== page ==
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Former NASA Astronaut into his first full week in prison

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NASA
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Astronaut James Halsell aboard Space Shuttle Atlantis in the year 2000

Veteran Space Shuttle crewmember James Halsell is spending his first full week behind bars after pleading guilty last week to two counts of manslaughter in a 2016 traffic crash that killed two sisters. The astronaut also admitted to two more felony counts of DUI assault. Before sentencing, Halsell’s defense team argued against putting the astronaut in prison. Tuscaloosa County District Hays Webb says he opposed the idea of no jail time or even probation.

“Um…I’ll say this,” Hays contended. “As we busily strive daily to do the law and public safety, we absolutely positively believe in incarceration, whether in jail or in prison, and we think it has an effect.”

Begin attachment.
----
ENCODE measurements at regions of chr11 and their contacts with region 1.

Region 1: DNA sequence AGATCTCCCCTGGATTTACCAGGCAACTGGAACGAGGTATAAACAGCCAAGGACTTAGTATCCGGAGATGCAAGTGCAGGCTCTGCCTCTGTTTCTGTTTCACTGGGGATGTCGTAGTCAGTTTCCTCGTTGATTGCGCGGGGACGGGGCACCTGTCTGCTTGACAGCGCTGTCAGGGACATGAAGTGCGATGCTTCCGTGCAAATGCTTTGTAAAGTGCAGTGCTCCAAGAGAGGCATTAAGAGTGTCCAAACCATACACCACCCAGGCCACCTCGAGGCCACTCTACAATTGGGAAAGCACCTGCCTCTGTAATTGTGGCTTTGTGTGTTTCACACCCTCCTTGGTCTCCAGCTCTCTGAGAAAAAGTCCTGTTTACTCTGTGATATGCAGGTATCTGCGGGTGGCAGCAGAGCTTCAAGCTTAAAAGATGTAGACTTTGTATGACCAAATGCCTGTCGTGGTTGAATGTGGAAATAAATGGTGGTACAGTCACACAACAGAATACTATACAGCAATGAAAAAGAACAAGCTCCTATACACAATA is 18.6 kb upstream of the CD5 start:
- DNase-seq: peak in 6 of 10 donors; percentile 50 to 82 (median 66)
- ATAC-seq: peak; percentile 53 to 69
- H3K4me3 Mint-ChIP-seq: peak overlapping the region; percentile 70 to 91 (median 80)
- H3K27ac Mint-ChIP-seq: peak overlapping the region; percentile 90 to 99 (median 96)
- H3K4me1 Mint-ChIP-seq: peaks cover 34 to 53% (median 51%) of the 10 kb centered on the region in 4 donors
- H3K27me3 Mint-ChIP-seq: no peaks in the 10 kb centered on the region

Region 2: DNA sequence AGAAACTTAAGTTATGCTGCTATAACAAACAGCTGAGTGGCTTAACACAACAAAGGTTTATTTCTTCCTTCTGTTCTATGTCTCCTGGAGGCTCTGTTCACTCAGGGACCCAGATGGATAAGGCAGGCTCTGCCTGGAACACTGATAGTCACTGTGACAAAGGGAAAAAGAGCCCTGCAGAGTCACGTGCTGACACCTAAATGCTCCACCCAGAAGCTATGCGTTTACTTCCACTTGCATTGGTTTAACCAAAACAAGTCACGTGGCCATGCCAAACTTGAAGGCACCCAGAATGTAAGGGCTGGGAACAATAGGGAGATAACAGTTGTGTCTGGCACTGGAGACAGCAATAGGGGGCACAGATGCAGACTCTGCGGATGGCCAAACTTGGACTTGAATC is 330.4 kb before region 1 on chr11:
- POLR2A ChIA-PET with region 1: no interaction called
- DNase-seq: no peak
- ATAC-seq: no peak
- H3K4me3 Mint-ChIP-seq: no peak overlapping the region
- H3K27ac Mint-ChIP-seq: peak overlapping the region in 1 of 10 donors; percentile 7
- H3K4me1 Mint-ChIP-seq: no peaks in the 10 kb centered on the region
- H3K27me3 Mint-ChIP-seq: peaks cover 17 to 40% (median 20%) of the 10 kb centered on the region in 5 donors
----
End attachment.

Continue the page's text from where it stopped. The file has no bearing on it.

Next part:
Webb argued against the possibility of parole for the five time veteran crewmember of NASA’s Space Shuttle program. After Halsell was sentenced to prison time, Webb met with reporters in the hallway outside the courtroom to explain his preference for jail time.

“People don’t like it, that’s why they want to go trial instead of pleading guilty, because they don’t like going to jail, they don’t being behind bars, they don’t like going to prison,” said Webb. “So, it’s a tool in our tool box that we think, in appropriate cases, we continue to want to have people serve more time.”

Halsell received what’s called a twenty split four sentence. That means he has to spend four years in prison. APR news was in the Tuscaloosa County courtroom when Halsell pleaded guilty and his sentence was handed down. You can hear that story at our website, apr.org.

Pat Duggins is news director for Alabama Public Radio.
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